Newsmakers 2012: New Free-Trade Pacts: South Korea, Colombia and Panama

It was a long time coming, but 2012 marked the year that three free-trade agreements went into effect.

South Korea, Colombia and Panama are now free-trade partners with the United States after their trade pacts were negotiated under the George W. Bush administration.

That means more than 80 percent of the goods traded between the United States and these countries are no longer subject to tariffs. In some cases, those tariffs are as high as 32 percent, as with synthetic fabric.

The two most significant free-trade agreements for the apparel and textiles industries are with South Korea and Colombia, both major producers of textiles and clothing. Many of these countries buy U.S. cotton to produce duty-free goods that must come from regional yarns.

The South Korean free-trade pact was the first to go into effect, up and running on March 15.

In 2011, the United States imported $928 million in textiles and apparel from South Korea, an increase from $857.2 million in 2010. The United States exported $417.3 million in apparel and textiles items to South Korea in 2011, up from $397.5 million in 2010.

The Colombia free-trade agreement became reality on May 15. Colombia exports a large quantity of flowers and tropical fruits to the United States. But it is also well-known for its denim mills and apparel factories that produce clothes for major U.S. brands such as Levi Strauss & Co. and stores such as Target.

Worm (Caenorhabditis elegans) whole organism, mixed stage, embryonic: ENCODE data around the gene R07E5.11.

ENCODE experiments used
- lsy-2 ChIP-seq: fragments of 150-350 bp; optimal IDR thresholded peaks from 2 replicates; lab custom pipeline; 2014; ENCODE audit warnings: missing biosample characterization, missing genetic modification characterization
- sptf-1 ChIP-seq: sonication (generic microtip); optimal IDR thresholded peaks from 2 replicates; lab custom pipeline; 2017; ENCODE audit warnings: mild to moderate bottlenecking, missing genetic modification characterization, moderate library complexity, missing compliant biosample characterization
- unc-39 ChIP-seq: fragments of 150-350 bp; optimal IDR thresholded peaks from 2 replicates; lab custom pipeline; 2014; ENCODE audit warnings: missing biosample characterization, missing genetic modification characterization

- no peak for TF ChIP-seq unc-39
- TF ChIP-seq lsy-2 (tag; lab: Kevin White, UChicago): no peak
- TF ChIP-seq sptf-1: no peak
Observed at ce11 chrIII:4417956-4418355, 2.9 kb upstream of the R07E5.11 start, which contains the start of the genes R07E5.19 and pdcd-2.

In 2011, the United States imported $263.5 million in textiles and apparel from Colombia, down from 2010, when the U.S. brought in $291 million in such goods.

But U.S. apparel and textile exports to Colombia were on the rise. In 2011, they totaled $165.2 million, compared with $123.7 million the previous year.

Colombia has been aggressively promoting its apparel and textile factories. In early November, the promotional arm of the Colombian government, ProExport Colombia, held a matchmaking event in Pasadena, Calif., to pair up U.S. brands and stores with apparel sources in Colombia. The event was attended by scores of companies, including JCPenney.

Panama’s free-trade agreement didn’t take effect until Oct. 31, after various tax transparency issues were resolved in the Central American country. The United States only imported $63.5 million in textiles and apparel from Panama in 2011, a bump up from the $50 million in textiles and apparel brought into the United States in 2010.—D.B.